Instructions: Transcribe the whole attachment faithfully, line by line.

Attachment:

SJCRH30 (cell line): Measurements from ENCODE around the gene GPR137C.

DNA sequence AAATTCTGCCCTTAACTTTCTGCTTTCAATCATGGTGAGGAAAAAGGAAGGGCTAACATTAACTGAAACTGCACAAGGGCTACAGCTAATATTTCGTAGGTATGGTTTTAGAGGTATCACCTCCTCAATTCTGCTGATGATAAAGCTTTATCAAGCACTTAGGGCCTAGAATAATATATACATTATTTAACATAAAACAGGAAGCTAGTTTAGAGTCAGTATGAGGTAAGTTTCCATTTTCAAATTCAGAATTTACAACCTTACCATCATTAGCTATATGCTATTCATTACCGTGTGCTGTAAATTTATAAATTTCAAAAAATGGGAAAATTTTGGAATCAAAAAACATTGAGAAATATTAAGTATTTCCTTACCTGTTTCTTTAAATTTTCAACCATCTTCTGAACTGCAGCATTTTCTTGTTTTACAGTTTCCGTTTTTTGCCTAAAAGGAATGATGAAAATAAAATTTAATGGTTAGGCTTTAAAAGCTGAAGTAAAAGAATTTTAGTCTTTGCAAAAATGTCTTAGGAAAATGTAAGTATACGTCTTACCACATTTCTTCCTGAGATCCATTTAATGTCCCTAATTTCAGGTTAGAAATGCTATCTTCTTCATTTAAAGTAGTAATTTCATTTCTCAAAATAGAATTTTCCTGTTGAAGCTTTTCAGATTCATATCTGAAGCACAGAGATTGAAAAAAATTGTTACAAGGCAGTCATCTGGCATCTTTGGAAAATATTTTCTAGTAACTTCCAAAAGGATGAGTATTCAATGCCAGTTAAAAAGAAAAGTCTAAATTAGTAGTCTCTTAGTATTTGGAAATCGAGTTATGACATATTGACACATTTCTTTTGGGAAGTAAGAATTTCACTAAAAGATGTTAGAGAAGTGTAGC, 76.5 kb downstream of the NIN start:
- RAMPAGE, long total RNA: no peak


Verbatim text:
SJCRH30 (cell line): Measurements from ENCODE around the gene GPR137C.

DNA sequence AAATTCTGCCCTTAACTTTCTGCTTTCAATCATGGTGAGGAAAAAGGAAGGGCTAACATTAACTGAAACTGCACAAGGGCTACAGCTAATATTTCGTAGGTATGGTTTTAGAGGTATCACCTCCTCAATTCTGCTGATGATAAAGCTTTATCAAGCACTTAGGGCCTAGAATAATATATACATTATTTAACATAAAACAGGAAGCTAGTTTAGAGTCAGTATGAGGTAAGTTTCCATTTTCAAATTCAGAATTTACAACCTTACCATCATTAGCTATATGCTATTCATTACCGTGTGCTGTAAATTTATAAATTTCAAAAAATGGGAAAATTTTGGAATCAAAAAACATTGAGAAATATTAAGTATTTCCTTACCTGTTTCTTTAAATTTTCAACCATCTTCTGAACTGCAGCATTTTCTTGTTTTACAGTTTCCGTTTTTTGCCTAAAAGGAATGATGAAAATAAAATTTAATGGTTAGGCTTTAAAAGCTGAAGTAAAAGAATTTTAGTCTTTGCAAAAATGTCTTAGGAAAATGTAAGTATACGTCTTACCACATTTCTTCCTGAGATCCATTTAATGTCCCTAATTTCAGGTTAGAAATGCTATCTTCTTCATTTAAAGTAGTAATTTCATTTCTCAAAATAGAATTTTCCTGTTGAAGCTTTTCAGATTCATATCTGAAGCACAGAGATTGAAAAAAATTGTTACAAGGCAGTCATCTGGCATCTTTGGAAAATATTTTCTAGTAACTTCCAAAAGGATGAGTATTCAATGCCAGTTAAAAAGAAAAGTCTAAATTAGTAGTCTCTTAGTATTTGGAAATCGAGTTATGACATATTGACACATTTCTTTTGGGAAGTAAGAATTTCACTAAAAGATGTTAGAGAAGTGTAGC, 76.5 kb downstream of the NIN start:
- RAMPAGE, long total RNA: no peak